Swiss claim Li-ion battery for 1.000 km EV range
Swiss battery technology company, Innolith, claims a major breakthrough in lithium-ion batteries that could give an electric car a range of 1.000 km or more. The ingenious solution is said to be in the non-flammable organic electrolyte, making it possible to build stable batteries with densities up to 1.000 Wh/kg. That’s four times more than a current Tesla battery.
Innolith’s co-founder and chairman, Alan Greenshields, explains the principle to The Verge. “We take out the organic materials that make the solvent highly inflammable and replace it with an inorganic substance that is more stable and less flammable.”
Nothing to burn, no fire risk
“When there is nothing to burn, you eliminate the fire risk and secondly you get rid of the most reactive components in the system, which makes it easier to build a battery you can pack in a lot of energy without the thing becoming unstable.”
How much energy density you can pack into a battery is measured in Watt-hours per kilogram. Tesla, for instance, uses for its Model 3 a newly with Panasonic developed ‘2170’ battery cell with a density of 250 Wh/kg and says it will push that to 330 Wh/kg. On the other hand, the US Department of Energy funds research into a 500 Wh/kg high-density battery.
So what the Swiss start-up claims is huge. Tesla’s most powerful batteries today promise a range of 330 miles (530 km). Car designer Henrik Fisker who made his Fisker car company re-emerge from its ashes, bets on a 500 mile (804 km) range electric car with a solid-state battery by 2021.
In a solid-state battery the electrolyte is made out of ‘dry’ conductive materials instead of (inflammable) fluids. Worldwide a lot of research is done in this field, but no ‘solid-state batteries’ have made it into production yet.
Belgian research centre IMEC claimed in March 2019 it has developed a prototype of a solid-state battery, where the conductor starts as liquid but becomes a solid material. It would speed up production processes and allow EV battery ranges up to 600 km.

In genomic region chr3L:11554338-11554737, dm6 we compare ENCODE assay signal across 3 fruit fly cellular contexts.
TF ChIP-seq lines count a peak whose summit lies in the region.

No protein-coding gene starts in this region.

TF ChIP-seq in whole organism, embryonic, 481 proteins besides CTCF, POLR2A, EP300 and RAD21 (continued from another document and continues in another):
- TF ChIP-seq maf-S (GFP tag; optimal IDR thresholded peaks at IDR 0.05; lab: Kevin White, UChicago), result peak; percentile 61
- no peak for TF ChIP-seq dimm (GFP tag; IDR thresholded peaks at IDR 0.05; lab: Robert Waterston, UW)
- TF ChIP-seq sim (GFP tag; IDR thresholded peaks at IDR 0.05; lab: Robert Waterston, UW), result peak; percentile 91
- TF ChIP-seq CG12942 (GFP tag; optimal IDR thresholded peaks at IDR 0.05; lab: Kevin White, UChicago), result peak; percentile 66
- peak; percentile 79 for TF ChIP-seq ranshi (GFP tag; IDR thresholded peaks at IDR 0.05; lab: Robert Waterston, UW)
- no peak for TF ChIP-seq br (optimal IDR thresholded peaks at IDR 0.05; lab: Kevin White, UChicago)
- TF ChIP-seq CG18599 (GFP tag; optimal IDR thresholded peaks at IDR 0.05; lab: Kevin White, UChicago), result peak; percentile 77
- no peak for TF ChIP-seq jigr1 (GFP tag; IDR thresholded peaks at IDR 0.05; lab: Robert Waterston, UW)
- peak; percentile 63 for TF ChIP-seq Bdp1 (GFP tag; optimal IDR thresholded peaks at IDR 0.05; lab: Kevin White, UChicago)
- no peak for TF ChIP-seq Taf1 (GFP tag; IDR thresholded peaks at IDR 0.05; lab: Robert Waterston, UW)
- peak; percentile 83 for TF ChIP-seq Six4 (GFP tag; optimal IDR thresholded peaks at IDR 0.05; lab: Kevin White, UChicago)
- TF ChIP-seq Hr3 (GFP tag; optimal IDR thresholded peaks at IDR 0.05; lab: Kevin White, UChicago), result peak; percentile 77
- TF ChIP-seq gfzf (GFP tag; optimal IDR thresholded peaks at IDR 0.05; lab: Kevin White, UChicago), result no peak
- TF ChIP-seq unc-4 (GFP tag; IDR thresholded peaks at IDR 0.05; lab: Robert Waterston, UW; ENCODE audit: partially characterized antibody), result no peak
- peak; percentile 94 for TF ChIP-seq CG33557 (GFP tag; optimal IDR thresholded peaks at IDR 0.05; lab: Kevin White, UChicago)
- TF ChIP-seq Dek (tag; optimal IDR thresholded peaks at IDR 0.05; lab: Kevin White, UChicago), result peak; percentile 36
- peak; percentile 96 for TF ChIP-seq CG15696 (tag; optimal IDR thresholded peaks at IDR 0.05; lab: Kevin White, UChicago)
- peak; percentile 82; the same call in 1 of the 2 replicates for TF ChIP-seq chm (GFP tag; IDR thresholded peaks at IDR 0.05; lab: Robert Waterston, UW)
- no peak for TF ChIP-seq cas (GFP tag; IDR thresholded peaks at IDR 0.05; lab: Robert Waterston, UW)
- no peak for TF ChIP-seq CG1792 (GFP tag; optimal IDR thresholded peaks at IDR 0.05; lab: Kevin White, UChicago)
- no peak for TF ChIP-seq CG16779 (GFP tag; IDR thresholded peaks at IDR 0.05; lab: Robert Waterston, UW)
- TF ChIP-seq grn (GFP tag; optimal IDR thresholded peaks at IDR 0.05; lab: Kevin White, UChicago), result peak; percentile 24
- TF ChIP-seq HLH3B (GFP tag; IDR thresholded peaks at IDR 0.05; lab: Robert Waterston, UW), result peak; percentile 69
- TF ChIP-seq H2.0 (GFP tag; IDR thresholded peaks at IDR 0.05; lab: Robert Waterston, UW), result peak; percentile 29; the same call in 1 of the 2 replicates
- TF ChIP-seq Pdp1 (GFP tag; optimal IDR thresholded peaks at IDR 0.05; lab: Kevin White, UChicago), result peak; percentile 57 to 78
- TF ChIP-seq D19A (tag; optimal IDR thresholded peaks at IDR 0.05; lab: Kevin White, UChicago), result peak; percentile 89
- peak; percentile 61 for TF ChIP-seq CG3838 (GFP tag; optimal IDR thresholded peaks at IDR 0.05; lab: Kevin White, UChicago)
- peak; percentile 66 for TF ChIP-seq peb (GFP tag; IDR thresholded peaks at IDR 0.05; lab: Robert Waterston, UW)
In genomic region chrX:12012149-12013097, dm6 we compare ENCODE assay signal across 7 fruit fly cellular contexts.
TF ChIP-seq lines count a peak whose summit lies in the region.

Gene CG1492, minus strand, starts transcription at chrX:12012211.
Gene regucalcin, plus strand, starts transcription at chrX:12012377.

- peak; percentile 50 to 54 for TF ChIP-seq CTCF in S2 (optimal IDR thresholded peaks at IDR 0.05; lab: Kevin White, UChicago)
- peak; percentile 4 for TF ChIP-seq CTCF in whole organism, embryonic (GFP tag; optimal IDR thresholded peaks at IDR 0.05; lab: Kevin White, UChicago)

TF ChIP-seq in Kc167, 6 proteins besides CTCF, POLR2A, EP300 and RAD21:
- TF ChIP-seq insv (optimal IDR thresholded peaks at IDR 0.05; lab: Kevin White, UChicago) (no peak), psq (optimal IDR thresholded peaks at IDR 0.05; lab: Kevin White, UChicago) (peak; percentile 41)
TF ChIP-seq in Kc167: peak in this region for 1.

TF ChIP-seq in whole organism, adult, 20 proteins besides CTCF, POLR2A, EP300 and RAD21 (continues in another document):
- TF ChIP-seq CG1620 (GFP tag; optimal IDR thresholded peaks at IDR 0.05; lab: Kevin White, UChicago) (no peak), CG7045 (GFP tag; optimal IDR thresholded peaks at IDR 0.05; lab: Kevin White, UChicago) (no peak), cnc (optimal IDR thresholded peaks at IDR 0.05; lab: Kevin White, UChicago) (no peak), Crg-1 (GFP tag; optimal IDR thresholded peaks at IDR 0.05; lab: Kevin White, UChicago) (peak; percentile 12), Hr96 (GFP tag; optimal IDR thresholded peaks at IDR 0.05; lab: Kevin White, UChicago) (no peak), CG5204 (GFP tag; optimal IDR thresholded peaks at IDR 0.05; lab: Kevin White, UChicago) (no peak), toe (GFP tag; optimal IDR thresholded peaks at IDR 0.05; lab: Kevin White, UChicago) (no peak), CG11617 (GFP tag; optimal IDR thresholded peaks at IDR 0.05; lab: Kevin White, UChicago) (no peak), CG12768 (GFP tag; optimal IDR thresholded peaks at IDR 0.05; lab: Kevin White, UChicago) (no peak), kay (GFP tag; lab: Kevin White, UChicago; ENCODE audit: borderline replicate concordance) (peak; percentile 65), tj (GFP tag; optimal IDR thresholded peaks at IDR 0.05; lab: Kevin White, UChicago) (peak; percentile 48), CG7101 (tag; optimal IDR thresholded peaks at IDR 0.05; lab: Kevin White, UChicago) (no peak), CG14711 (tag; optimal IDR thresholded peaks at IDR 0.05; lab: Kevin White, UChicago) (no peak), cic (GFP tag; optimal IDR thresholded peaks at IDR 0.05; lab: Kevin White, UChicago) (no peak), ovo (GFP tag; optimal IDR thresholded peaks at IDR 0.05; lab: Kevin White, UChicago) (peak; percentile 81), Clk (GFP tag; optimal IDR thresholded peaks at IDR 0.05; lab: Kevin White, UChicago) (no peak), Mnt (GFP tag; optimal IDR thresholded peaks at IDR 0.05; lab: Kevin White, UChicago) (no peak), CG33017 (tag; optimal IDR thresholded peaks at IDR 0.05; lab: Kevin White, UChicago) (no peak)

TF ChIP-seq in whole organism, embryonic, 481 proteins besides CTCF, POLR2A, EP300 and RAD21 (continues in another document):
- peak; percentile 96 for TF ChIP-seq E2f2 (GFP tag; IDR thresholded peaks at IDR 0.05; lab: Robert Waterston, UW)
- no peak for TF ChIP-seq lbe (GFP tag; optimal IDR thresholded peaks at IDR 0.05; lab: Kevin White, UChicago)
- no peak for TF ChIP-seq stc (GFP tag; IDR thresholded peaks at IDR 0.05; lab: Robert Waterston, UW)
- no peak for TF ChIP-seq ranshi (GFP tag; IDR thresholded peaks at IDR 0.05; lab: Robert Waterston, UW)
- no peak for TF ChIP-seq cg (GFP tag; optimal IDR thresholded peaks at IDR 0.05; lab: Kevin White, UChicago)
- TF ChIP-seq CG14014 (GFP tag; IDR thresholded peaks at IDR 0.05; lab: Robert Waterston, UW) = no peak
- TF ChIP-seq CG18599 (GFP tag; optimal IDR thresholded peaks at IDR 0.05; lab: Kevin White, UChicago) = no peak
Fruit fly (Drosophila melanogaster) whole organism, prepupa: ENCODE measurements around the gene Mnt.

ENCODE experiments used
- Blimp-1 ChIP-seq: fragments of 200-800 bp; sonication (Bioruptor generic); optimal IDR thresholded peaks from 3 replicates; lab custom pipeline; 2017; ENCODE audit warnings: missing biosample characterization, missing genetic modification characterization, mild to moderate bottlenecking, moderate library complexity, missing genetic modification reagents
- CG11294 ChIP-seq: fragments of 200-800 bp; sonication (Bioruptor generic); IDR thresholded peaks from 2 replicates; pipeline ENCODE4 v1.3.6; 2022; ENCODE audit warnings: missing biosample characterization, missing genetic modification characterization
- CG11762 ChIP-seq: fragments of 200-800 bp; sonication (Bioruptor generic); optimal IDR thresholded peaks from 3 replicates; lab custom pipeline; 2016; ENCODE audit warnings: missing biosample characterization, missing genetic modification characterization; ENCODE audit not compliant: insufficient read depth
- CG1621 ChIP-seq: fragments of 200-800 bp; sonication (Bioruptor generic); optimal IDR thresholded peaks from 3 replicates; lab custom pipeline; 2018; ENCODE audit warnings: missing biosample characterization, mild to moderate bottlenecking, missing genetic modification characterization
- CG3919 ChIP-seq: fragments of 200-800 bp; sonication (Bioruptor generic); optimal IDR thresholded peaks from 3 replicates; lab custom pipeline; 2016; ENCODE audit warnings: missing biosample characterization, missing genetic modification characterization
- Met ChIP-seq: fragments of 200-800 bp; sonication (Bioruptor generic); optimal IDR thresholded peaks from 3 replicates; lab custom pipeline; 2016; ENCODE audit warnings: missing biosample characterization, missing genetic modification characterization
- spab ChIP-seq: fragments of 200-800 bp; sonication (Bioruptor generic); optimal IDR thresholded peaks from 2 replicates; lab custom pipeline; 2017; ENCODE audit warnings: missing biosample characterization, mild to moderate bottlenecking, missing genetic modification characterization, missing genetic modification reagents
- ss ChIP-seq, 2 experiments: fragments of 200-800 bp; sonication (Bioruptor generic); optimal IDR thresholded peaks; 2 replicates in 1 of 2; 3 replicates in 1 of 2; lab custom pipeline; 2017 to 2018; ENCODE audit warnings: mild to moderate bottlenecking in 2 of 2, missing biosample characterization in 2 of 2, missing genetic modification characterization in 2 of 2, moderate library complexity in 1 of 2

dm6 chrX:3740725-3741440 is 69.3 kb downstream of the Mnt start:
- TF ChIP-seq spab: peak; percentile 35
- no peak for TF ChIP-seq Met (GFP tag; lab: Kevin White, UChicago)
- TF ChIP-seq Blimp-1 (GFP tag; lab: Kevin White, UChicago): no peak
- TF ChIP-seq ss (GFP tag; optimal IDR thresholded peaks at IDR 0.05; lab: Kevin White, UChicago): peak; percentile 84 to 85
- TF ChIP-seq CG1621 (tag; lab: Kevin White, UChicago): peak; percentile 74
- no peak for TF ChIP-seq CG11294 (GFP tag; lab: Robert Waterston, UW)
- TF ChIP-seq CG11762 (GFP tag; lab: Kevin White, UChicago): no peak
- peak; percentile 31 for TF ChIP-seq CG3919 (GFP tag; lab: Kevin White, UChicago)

Solid-state was always hyped to be the Holy Grail of batteries and car manufacturer Toyota, for instance, has announced a production-ready solid-state battery for 2020. But the Swiss stay with the liquid electrolyte.
Licensing the technology
Like the Belgian, IMEC researchers say, “solid-state technology is difficult because a fluid conductor creeps into every tiny hole, a solid electrolyte can’t, unless it starts as a liquid and becomes solid afterwards.” For the Swiss it doesn’t need to become solid and it keeps the advantage of existing production processes to be easier to adapt.
Innolith, that emerged from the remains of former Swiss battery maker Alevo going bankrupt in 2017, says it will start an first pilot production in its R&D facilities in Bruchsal, Germany, followed by partnerships with major battery and car manufacturers through licensing.
Eventually, Alevo’s former Chief Technology Officer, Alan Greenshields, current chairman and former COO, Sergy Buchin, current CEO, bought the intellectual property and the R&D facilities in Bruchal and started a new company based in Basel, Switzerland.
Grid-scale battery built
The company says it not only relies on lab results, but has already demonstrated the breakthrough character of its technology by building the first non-organic ‘Grid Scale Power Battery’ that is used in the US by grid managing company, PJM, to stabilize frequency.
“The chemistry used in this battery has been proven to operate for more than 55.000 full depth of discharge cycles, which is between 10 and 100 times the maximum number of cycles of existing Li-ion batteries in use today”, Innolith claims on its website.
For the next generation EV batteries, Greenshields and Buchin say it will likely take three to five years for the full development and commercialization. That means the battery won’t be ready available in products on the market before 2022 at the earliest.